So, there will come a day when users too will be able to run 2 OSes on the same hardware pretty easily and efficiently. Right now, the good stuff is mostly available only in industrial applications and costs a hell-of-a-lot-of-money.

Or who knows, maybe Lindows will come back to allow us to easily run both Windows and Linux apps :P

I was always curious if there was anything at the hypervisor level that allowed you to have video output to a monitor (Maybe a few, but one step at a time :P) with the ability to toggle between different guests? I guess sort of like using a KVM switch (Keyboard, video, mouse, not KVM virtualization). I think a setup like this could really pave the way for power users in the future.

Edited by mux
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I was always curious if there was anything at the hypervisor level that allowed you to have video output to a monitor (Maybe a few, but one step at a time :P) with the ability to toggle between different guests? I guess sort of like using a KVM switch (Keyboard, video, mouse, not KVM virtualization). I think a setup like this could really pave the way for power users in the future.

I am already a power user, if I had enough space in my room, I would've already built a full virtualized server room.

And with that kind of power, I would try to make money by selling some of my services online.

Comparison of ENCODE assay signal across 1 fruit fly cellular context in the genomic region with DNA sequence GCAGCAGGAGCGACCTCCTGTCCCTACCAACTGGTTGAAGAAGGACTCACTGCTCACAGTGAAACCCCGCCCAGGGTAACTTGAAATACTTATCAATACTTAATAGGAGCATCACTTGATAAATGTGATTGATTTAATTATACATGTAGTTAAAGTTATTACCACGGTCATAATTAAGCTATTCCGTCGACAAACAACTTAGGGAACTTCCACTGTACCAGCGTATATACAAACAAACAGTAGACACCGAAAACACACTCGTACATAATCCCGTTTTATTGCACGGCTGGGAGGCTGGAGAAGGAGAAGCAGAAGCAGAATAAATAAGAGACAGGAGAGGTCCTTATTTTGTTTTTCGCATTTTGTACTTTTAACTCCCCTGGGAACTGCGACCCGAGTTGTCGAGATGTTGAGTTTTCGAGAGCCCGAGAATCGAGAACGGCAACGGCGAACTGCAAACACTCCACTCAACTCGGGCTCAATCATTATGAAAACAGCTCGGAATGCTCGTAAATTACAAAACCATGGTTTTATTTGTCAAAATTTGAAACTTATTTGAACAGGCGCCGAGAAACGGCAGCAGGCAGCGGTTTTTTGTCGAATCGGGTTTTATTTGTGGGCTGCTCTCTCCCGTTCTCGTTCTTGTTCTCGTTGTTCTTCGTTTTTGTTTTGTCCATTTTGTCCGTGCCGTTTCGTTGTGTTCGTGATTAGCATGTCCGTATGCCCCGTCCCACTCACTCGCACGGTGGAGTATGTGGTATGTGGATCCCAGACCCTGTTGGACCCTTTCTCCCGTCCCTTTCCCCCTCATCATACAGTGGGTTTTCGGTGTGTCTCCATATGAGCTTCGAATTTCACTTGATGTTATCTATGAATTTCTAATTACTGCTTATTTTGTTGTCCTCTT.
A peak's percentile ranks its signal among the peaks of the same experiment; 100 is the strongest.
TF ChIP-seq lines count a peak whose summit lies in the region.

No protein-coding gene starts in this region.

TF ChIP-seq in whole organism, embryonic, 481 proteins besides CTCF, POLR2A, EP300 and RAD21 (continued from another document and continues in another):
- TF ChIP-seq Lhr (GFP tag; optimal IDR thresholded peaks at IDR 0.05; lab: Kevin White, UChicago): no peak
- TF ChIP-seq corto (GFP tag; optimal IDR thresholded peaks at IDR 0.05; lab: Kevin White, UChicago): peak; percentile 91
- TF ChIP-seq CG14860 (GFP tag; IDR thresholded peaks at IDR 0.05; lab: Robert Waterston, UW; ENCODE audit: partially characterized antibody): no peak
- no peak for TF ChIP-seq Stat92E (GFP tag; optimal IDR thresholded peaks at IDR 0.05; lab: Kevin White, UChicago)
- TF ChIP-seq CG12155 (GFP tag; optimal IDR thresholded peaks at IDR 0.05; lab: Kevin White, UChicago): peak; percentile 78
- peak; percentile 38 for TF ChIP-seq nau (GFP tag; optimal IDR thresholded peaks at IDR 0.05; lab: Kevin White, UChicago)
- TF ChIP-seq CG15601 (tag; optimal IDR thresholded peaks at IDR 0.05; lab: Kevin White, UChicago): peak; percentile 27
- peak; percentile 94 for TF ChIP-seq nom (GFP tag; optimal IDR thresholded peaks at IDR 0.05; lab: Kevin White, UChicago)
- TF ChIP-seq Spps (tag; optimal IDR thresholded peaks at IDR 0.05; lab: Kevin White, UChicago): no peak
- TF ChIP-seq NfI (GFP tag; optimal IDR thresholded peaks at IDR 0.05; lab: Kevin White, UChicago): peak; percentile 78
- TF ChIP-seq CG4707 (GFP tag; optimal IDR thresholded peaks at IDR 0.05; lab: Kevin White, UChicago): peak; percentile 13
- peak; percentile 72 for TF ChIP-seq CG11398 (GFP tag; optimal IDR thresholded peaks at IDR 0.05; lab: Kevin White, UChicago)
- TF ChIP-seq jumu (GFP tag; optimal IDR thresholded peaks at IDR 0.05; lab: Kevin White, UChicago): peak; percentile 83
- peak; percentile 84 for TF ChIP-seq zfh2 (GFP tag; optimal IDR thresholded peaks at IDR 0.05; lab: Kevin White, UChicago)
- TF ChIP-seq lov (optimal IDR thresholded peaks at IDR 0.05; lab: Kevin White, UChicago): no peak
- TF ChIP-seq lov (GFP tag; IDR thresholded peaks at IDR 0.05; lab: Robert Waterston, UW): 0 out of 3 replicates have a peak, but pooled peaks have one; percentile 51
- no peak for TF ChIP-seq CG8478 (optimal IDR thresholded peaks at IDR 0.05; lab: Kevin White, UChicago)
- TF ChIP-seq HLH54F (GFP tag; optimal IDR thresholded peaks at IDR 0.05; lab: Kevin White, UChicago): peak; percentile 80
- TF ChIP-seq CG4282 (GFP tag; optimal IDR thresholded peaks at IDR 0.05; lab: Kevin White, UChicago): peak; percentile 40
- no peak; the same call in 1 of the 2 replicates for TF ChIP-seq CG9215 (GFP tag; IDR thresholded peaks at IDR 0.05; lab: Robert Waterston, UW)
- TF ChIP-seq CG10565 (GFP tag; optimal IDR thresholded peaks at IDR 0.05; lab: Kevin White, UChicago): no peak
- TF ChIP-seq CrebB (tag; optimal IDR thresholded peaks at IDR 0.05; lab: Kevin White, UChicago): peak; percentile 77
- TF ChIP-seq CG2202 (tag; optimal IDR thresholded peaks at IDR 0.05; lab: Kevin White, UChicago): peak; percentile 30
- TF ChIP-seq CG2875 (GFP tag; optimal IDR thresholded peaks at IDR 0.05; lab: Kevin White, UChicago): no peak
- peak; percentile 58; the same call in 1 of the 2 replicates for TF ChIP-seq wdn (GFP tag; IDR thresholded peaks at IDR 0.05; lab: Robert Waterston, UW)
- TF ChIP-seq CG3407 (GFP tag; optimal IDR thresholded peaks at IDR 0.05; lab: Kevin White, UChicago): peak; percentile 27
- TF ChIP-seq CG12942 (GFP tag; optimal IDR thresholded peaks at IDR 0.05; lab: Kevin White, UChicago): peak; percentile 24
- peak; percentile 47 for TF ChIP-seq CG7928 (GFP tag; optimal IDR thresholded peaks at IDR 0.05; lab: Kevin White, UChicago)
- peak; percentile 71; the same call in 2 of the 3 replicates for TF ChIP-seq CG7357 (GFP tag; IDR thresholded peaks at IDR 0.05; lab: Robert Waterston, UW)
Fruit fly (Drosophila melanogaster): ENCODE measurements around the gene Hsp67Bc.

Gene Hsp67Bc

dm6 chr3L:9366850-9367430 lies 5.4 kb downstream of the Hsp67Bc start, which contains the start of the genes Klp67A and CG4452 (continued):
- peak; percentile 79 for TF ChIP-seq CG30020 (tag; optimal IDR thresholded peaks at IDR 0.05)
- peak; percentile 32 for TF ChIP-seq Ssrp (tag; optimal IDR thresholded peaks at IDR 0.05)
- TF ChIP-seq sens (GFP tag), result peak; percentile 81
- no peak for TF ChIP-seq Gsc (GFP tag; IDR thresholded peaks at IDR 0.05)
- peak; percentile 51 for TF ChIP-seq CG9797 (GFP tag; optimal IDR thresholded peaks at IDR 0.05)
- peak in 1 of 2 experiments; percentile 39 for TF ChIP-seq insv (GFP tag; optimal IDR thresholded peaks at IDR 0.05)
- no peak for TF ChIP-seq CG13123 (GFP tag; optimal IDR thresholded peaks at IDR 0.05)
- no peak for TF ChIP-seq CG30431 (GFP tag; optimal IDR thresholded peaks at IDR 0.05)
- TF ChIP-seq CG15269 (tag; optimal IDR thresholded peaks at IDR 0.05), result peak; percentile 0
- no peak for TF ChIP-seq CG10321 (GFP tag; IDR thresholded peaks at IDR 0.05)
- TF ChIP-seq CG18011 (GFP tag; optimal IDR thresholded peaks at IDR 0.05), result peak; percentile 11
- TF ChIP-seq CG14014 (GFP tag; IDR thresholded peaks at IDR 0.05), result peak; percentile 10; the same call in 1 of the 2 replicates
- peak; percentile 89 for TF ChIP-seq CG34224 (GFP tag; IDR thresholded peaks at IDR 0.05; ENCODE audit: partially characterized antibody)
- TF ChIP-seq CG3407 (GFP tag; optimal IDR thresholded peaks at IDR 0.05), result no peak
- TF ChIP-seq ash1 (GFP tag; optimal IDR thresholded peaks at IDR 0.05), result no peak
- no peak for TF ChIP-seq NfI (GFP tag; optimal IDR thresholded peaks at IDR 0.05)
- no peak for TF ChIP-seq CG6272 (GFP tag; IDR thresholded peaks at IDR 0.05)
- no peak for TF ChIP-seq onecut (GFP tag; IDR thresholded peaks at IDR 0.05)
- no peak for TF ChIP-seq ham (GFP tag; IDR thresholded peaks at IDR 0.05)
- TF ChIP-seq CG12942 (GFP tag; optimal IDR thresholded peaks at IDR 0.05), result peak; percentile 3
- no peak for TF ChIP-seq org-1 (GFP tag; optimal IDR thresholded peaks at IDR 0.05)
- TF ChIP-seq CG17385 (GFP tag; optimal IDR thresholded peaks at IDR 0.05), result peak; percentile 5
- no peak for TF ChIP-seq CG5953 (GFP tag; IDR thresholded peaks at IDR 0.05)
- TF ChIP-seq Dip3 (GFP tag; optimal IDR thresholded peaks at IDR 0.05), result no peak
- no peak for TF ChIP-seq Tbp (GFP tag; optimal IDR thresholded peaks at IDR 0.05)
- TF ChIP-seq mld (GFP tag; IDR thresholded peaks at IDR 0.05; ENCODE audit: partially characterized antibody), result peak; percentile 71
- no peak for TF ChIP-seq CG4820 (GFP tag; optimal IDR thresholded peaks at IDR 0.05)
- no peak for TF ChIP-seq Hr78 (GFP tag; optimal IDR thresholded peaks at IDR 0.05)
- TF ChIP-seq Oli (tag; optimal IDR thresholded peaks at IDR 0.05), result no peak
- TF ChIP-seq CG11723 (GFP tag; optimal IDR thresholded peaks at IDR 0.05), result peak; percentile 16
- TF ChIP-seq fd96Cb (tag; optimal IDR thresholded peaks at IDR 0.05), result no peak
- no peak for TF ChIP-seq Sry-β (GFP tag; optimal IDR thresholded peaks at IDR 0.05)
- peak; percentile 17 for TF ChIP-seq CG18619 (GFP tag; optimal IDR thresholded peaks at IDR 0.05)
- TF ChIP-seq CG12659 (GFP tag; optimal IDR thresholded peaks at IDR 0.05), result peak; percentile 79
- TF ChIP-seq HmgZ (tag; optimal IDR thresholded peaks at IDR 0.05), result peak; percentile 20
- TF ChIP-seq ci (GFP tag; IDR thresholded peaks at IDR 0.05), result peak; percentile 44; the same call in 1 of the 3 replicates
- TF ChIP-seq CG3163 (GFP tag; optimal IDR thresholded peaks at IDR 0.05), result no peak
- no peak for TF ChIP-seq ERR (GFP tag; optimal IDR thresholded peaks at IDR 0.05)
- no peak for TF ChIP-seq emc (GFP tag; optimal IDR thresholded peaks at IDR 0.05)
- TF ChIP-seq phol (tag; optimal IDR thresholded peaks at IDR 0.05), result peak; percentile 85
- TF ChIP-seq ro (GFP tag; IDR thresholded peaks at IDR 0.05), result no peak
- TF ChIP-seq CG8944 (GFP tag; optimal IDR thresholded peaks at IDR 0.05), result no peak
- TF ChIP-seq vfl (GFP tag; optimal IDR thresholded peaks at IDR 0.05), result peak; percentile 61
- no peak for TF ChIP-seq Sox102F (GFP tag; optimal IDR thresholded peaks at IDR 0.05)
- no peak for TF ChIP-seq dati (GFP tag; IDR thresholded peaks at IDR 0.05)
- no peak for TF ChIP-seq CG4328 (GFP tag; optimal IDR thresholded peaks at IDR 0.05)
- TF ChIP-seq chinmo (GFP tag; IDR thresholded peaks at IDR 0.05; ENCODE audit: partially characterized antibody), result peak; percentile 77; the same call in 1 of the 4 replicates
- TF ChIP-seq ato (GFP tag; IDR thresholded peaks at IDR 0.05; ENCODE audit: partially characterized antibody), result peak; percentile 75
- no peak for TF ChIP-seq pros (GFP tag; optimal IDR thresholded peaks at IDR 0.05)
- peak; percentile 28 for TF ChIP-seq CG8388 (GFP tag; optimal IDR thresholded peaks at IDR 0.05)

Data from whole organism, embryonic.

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I am already a power user, if I had enough space in my room, I would've already built a full virtualized server room.

And with that kind of power, I would try to make money by selling some of my services online.

What I was getting at is that it would essentially allow you to run any combination of OS's (at the same time if you wanted) on the hardware instead of the OS itself. This means you could be owning it up in some game that hates WINE on Windows and then instantly switch back to a bash shell running a msfconsole rooting the gameserver. Clearly that isn't a very realistic scenario, but you get my point. Citrix uses good logic on the XenClient sales pitch where they explain how it's useful to run 2 completely seperate desktops (A business and a personal) on a single laptop.

Edited by mux
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What I was getting at is that it would essentially allow you to run any combination of OS's (at the same time if you wanted) on the hardware instead of the OS itself. This means you could be owning it up in some game that hates WINE on Windows and then instantly switch back to a bash shell running a msfconsole rooting the gameserver. Clearly that isn't a very realistic scenario, but you get my point. Citrix uses good logic on the XenClient sales pitch where they explain how it's useful to run 2 completely seperate desktops (A business and a personal) on a single laptop.

I did get your point and that's what I plan on doing in the future, build an ISXI server with several virtual machines on it for different purposes. Like a dedicated Mysql server, webserver, OpenVPN and a few other servers too.

But elbowroom is what I don't have at the moment, so as soon as I move out I'll get my project taking off.